I find childbirth and people in labor to be completely inspiring. It’s one of the reasons that I went back to school to become a labor and delivery nurse after originally getting a degree in English literature.

The fact that birth can be messy is one of the things that makes it beautiful. But for moms facing childbirth for the first time, “beautiful” isn’t always the word that comes to mind. You end up hearing a lot of labor stories when you’re pregnant. And in the weeks and month leading up to birth, I often have people ask me questions about labor that they’re worried or embarrassed about. One of the big ones is, “Am I going to poop during labor?”

So, let’s get right to it.

Do you poop while giving birth?

You might. It doesn’t happen to 100% of people, but it is something you should expect, and it’s really not an issue. Your nurse has seen it time and again, and will be there to help quickly clean up without bringing attention to it.

Here’s the part that people with this concern often don’t hear: when you poop during labor, your nurse is going to see it as a good thing. It tells us that you’re pushing in the right spot and that labor is progressing. And if you try and fight it, your labor might be prolonged because you’re fighting the process.

Rather than trying to prevent it, I tell people to make sure the people in the delivery room with them are people they feel comfortable with. Don’t invite people to join you for this special moment if having them in the room will make you feel uncomfortable or self-conscious. Because if things aren’t coming out of your body during labor, then neither will your baby.

What does it feel like when your water breaks?

When your water breaks and how it feels when it breaks varies from person to person. If the baby is high up, it will feel like you’re continually wetting your pants. But if the baby has dropped down, then their head acts like a cork, and your water breaking could be a much lighter gush.

Your water breaking is another important and natural stage in the process. If you’re worried about your water breaking in public, bring a change of clothes with you when you’re out and about during the last few weeks of pregnancy, or wear a pad.

If your water breaks before you experience other signs of labor, or if you think your water has broken but you’re not sure, call the care line where you’re planning on delivering. I recommend creating a birth plan and adding that number to the plan and in your phone right away. The care line nurses will ask you additional questions and help decide on a plan for next steps.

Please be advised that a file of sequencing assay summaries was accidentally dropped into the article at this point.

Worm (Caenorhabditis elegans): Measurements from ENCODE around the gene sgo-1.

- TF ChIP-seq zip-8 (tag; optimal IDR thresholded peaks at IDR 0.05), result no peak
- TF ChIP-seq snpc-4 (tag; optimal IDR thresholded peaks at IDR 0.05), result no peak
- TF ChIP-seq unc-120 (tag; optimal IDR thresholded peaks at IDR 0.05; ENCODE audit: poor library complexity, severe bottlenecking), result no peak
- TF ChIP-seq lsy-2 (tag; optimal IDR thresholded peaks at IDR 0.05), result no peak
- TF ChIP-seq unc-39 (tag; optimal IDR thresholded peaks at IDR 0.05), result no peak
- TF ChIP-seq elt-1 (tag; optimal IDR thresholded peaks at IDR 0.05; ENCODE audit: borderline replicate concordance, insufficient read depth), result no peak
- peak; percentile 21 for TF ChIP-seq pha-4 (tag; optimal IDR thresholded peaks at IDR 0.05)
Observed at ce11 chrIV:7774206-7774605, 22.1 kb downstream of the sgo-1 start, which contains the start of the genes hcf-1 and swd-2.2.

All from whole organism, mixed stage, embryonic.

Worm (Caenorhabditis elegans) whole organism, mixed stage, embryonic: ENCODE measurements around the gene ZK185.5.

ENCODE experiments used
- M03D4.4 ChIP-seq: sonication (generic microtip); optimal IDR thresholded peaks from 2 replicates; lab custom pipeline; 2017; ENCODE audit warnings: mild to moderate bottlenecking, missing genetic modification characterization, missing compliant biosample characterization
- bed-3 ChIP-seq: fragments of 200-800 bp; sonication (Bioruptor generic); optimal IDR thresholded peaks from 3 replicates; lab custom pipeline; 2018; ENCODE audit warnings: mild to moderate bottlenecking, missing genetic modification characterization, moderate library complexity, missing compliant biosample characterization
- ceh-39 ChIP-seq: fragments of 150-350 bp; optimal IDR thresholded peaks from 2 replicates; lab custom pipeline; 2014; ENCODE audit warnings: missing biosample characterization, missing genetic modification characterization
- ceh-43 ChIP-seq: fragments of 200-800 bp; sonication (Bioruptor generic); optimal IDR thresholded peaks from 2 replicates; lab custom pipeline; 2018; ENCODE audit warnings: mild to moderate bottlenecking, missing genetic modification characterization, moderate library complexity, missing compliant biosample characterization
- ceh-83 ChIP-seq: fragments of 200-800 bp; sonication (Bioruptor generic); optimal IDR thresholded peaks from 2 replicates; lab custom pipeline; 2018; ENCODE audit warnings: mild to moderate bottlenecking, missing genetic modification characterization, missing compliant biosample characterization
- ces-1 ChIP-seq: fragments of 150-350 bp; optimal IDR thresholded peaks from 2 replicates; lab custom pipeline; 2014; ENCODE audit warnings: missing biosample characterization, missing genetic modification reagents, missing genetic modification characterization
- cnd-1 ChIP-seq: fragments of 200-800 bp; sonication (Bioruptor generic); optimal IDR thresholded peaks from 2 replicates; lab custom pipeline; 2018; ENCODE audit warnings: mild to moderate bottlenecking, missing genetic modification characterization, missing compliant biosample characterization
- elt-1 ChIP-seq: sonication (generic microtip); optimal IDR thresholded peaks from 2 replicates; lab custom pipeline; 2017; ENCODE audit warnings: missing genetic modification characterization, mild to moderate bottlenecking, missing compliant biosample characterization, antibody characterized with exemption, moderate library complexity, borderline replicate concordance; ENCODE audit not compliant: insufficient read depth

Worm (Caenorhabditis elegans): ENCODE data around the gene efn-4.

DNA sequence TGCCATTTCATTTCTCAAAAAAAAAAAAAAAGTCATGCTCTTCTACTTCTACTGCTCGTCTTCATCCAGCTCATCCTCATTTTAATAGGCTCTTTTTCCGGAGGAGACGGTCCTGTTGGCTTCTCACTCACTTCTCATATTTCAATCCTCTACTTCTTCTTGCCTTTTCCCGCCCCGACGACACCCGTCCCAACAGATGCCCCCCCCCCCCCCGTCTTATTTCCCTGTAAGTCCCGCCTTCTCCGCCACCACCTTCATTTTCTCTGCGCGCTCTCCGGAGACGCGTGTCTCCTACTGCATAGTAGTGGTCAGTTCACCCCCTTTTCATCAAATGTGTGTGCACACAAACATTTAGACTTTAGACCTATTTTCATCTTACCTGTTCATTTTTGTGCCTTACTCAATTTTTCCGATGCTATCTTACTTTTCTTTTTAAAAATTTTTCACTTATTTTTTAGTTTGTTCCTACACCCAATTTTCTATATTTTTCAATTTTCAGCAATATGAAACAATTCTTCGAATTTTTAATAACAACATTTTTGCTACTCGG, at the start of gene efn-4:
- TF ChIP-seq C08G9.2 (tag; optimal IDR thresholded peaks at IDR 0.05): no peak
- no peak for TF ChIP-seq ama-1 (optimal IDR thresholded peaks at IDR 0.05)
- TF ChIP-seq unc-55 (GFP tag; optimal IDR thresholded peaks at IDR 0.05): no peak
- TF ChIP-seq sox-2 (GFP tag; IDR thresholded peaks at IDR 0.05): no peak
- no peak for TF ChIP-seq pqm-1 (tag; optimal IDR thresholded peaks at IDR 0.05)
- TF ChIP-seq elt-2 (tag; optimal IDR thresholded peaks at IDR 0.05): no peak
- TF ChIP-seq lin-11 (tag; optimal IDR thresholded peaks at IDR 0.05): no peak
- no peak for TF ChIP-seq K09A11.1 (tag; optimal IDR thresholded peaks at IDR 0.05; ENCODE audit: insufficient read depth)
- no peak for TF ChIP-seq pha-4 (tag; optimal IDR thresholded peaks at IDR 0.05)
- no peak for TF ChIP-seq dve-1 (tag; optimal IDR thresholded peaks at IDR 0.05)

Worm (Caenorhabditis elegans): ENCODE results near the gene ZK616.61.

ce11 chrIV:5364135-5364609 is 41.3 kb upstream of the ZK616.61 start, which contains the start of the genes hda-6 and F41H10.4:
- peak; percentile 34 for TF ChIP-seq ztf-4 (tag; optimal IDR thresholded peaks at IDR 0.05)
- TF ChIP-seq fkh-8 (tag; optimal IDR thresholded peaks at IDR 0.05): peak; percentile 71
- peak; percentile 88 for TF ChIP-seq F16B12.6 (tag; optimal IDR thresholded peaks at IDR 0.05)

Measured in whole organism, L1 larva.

Are you naked when you give birth?

This is completely up to you. If you tell your care team that you’d like to keep your clothes on during labor, then we’re going to do everything we can to help you feel comfortable and covered. I’ve had women give birth almost fully clothed, and I’ve had women give birth completely naked. Whatever you’re comfortable with, we’re comfortable with. You might be surprised how little you end up caring about or even noticing what you’re wearing as labor progresses.

Do you get stitches after birth?

Again, everybody responds differently to childbirth. Sometimes the perineum (the skin between the vagina and anus) does tear while pushing, but it’s not something you’ll feel. Your doctor or midwife will also be conscious of your perineum. Listen to their voice as your baby crowns. They will calmly guide you with pushing and that will help reduce the chances of a tear, or the severity of a tear.

Your care team is there to help with whatever happens during labor, so if you do tear, they’ll be prepared and will stitch you up when the moment is right. And chances are, that moment will be when you’re holding your beautiful new baby – which is the reason your body has been working so hard!

If you have other questions on your mind about giving birth, I encourage you to talk to your midwife or doctor. You can also check out our pregnancy resources page, which connects you with helpful tips and information about the whole pregnancy and delivery journey.

Checking in with a nurse at the birth center where you’ll be delivering can be a good idea, too. At Regions Hospital where I work, we invite parents-to-be to take a tour of our Birth Center – and encourage them to contact us with any questions they have. The more confident you feel going into childbirth, the more relaxed your body will be and the smoother the process will go.